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CVE-2022-26923 (Certifried) explained

CVE-2022-26923 is an Active Directory domain privilege escalation vulnerability that enables a privileged user to access the Domain Controller by abusing Active Directory Certificate Service

Aug 22

What is CVE-2022-26923?

CVE-2022-26923, commonly referred to as Certifried, is an Active Directory domain privilege escalation vulnerability that was patched as part of Microsoft’s May 2022 security updates. 

The vulnerability, first reported by Oliver Lyak, abuses Active Directory Certificate Services (AD CS) to request machine certificates with arbitrary attacker-controlled DNS host names.

This allows any computer account in the domain to impersonate the Domain Controller, resulting in a complete domain takeover. 

Lyak’s work was inspired by Will Schroeder and Lee Christensen’s Certified Pre-Owned whitepaper (and the accompanying blog post with the same title), and by other Active Directory attacks, such as Charlie Clark’s weaponization of CVE-2021-42287 and CVE-2021-42278. 

What is AD CS?

Active Directory Certificate Services (AD CS) is a Windows Server role that provides services for issuing and managing public key infrastructure (PKI) certificates. These can then be used to authenticate users, devices, or services and for secure communication.

The main AD CS feature is the Certification Authority (CA) service, which is responsible for issuing and verifying certificates following a template-based approach. 

A certificate template is an Active Directory object that, as the name may suggest, defines enrollment policies and certificate parameters, such as how long a certificate will be valid and what the certificate can be used for. 

Default certificate templates (such as User and Machine, used to identify domain users and domain computers respectively) are available, but custom templates can be defined as well.

Clients can request certificates from the CA server by sending certificate signing request (CSR) messages.CSR messages contain the public key of the client, the subject name of the requested certificate, and additional information including a template name.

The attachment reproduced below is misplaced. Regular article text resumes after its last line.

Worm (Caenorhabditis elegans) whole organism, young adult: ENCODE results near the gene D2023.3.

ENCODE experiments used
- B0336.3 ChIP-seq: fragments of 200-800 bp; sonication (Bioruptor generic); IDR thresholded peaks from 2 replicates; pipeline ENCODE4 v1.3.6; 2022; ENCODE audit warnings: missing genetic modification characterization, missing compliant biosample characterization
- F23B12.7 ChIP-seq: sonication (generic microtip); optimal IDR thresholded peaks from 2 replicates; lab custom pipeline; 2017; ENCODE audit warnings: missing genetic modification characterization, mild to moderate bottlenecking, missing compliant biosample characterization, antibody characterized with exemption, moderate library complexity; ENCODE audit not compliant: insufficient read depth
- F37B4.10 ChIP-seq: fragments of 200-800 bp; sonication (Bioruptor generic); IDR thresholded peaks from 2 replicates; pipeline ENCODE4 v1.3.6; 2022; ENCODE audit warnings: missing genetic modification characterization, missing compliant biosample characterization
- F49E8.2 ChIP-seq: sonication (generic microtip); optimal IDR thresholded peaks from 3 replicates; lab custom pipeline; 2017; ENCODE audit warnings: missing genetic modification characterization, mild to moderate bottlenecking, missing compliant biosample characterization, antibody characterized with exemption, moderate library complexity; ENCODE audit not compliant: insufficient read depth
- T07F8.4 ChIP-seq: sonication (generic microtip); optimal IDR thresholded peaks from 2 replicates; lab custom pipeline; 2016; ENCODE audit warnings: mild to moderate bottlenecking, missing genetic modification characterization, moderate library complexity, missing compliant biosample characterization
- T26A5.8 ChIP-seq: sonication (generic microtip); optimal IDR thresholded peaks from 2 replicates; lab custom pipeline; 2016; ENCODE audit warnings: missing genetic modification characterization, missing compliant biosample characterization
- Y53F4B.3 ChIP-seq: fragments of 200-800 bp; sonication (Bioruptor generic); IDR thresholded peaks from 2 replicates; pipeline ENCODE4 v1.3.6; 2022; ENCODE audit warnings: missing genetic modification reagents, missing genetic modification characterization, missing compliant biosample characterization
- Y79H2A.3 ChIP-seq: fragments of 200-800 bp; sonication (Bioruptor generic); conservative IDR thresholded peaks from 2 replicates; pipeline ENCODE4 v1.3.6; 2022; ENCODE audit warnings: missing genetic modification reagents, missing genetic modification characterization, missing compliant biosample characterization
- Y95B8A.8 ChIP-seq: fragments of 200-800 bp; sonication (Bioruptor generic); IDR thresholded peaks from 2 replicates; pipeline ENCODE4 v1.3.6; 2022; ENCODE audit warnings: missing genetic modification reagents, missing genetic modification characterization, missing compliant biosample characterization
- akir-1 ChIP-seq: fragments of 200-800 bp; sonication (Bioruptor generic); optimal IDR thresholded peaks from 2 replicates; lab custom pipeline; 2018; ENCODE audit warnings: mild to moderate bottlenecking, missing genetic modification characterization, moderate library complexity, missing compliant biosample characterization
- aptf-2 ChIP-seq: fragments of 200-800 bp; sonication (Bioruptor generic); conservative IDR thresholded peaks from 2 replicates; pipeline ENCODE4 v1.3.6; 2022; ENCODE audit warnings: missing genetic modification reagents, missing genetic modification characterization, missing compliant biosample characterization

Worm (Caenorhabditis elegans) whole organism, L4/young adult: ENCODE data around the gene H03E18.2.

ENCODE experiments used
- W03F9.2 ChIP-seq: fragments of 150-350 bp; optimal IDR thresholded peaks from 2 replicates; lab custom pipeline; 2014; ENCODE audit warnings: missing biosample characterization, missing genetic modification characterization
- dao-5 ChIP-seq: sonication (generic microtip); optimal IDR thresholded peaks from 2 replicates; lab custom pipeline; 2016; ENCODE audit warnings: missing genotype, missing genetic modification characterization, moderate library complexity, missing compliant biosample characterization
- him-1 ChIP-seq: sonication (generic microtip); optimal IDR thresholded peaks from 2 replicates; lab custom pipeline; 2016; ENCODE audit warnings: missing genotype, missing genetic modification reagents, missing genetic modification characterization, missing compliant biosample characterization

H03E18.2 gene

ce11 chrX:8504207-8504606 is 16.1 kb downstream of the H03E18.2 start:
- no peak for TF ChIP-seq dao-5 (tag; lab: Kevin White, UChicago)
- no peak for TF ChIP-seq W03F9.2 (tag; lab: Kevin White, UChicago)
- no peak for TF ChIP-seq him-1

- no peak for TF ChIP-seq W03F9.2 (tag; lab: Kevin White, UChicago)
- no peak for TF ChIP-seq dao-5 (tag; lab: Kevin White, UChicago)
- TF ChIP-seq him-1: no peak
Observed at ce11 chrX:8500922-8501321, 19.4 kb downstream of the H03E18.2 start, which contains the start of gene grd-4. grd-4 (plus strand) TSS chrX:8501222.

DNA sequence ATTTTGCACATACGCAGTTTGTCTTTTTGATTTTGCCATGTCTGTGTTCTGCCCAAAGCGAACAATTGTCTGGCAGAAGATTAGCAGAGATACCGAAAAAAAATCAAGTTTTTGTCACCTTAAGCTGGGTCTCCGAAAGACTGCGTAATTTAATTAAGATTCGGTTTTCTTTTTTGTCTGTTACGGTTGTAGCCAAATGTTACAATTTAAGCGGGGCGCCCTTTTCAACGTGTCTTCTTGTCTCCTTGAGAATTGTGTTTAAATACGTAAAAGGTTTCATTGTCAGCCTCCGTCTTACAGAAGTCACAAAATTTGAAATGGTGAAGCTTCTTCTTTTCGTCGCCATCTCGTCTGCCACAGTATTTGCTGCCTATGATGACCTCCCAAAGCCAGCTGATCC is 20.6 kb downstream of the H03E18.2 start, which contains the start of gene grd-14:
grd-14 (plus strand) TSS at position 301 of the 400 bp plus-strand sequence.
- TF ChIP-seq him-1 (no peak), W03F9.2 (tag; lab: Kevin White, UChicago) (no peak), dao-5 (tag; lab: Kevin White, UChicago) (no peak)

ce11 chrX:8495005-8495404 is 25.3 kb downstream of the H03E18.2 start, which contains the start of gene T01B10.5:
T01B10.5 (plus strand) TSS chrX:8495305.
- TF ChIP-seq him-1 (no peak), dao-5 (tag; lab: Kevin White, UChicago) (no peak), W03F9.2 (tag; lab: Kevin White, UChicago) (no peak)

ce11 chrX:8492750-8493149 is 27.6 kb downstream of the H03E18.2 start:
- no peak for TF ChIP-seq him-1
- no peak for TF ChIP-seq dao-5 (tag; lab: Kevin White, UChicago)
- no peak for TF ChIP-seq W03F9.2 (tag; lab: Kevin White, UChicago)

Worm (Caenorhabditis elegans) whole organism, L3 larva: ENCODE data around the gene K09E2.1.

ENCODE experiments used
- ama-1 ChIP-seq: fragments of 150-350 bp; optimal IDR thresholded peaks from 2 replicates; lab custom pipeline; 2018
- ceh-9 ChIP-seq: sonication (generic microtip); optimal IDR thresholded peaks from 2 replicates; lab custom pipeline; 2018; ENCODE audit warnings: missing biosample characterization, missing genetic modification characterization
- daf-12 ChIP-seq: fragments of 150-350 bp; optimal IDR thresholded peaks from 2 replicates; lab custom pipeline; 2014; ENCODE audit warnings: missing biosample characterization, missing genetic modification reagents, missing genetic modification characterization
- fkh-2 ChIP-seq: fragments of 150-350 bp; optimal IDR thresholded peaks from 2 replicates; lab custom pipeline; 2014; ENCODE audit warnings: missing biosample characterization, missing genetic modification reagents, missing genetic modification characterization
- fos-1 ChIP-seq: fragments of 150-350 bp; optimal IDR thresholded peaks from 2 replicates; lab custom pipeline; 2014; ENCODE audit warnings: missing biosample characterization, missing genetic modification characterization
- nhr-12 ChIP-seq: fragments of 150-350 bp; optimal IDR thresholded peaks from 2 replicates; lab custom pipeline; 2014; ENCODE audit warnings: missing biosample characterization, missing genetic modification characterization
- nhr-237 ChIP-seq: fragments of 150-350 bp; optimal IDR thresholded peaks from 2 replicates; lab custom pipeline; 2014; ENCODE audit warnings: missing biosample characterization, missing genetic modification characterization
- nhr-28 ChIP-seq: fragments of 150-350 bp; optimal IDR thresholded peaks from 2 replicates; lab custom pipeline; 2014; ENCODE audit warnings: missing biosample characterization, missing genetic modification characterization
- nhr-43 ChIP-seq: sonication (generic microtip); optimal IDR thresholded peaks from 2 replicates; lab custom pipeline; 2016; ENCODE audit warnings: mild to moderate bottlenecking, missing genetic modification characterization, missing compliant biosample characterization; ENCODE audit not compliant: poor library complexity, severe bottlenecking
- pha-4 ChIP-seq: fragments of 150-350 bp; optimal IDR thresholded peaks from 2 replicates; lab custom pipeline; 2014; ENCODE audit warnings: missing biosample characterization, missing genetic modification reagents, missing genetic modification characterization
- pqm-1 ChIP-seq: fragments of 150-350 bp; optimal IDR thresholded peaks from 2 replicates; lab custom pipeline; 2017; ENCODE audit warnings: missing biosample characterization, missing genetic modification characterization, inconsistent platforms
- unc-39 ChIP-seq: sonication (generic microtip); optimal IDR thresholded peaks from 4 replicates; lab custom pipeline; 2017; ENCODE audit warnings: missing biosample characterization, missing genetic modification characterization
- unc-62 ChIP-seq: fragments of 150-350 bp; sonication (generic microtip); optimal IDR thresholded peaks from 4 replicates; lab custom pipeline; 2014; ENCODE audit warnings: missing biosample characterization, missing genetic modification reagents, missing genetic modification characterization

In response, the CA server then verifies whether the client is allowed to enroll in the given certificate template. If enrollment is permitted, the server proceeds to generate a new certificate based on the template settings, signs it with its private key, and returns it to the requester. 

The enrollment process is described in more detail in the aforementioned whitepaper and in Microsoft documentation.)

User authentication vs. Machine authentication

The PKINIT Kerberos extension enables the use of public key cryptography in the initial authentication exchange of the Kerberos protocol, allowing AD CS-issued certificates to be used for authentication. 

Both user and computer account certificates are accepted by PKINIT, but the way a User and a Machine certificate identify their target account differs:

  • Certificates enrolled from the User template contain the User Principal Name (UPN) of the user account, which uniquely identifies the user (the same UPN cannot be shared by multiple users).

    The UPN value of the requesting user (stored in the LDAP userPrincipalName attribute) is required by User certificates, as indicated by the CT_FLAG_SUBJECT_ALT_REQUIRE_UPN flag in the msPKI-Certificate-Name-Flag attribute.
    (This flag instructs the CA to add the value of the UPN attribute from the requestor's user object in Active Directory to the Subject Alternative Name extension of the issued certificate.)

  • Since machine accounts are not associated with a UPN, the DNS host name attribute (dNSHostName) is used instead on Machine certificates, as indicated by the CT_FLAG_SUBJECT_ALT_REQUIRE_DNS flag.

    Contrary to User Principal Names, DNS host names are not unique. Mapping based on the DNS host name field during PKINIT works as follows:

  1. The principal name of the target account (e.g. [email protected]) is supplied, together with a certificate containing a matching DNS host name [email protected] (without the $ sign at the end).

  2. The KDC looks up the machine account from the given principal name, obtaining the corresponding sAMAccountName (computer01$).

  3. Having obtained the target sAMAccountName, the KDC then splits the DNS host name from the certificate into two parts: computer name (computer01) and realm (htb.local).

  4. If the computer name part (computer01) matches the sAMAccountName (computer01$) and the realm part (htb.local) matches the DNS domain name of the realm, mapping is successful. Otherwise, the KDC should return the KDC_ERR_CLIENT_NAME_MISMATCH error.

Vulnerability description

By default, non-admin domain users can join up to ten computers to an existing domain (this is governed by the ms-DS-MachineAccountQuota attribute).

By default, the creator of a machine account has the Validated write to DNS host name permission on the account, described as “Validated write permission to enable setting of a DNS host name attribute that is compliant with the computer name and domain name”.

This means that the DNS host name could potentially be set to any valid computer name in the domain, including the same host name as the Domain Controller (remember, as seen above, that no uniqueness constraints are imposed on the dNSHostName attribute).